Thompson P. W. (1995) Constructivism, cybernetics, and information processing: Implications for research on mathematical learning. In: Steffe L. P. & Gale J. (eds.) Constructivism in education. Erlbaum, Hillsdale NJ: 123–134. Fulltext at https://cepa.info/2958
Constructivism, cybernetics, and information processing: Implications for research on mathematical learning.
In: Steffe L. P. & Gale J. (eds.) Constructivism in education. Erlbaum, Hillsdale NJ: 123–134.
Fulltext at https://cepa.info/2958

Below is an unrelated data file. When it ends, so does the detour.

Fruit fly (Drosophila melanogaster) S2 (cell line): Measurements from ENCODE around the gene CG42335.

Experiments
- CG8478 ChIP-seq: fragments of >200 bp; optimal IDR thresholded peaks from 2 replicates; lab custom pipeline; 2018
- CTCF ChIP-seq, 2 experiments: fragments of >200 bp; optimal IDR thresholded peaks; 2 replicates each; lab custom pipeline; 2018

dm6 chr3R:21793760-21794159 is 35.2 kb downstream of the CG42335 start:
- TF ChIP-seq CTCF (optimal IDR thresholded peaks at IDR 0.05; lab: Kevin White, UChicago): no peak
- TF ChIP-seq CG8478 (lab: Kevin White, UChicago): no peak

Excerpt: Constructivism as a philosophical orientation has been widely accepted in mathematics and science education only since the early 1980s. As it became more broadly accepted, it also became clear that there were incongruous images of it. In 1984, Ernst von Glasersfeld introduced a distinction, echoed in Steier’s paper at this conference, between what he called “naive” constructivism and “radical” constructivism. At the risk of oversimplification, suffice it to say that naive constructivism is the acceptance that learners construct their own knowledge, while radical constructivism is the acceptance that naive constructivism applies to everyone – researchers and philosophers included. Von Glasersfeld’s distinction had a pejorative ring to it, and rightly so. Unreflective acceptance of naive constructivism easily became dogmatic ideology, which had and continues to have many unwanted consequences. On the other hand, I will attempt to make a case that to do research we must spend a good part of our time acting as naive constructivists, even when operating within a radical constructivist or ecological constructionist framework. To make clear that the orientation I have in mind is not unreflexive, I will call it “utilitarian” constructivism, and will use Steier’s and Spiro’s papers as a starting point in its explication.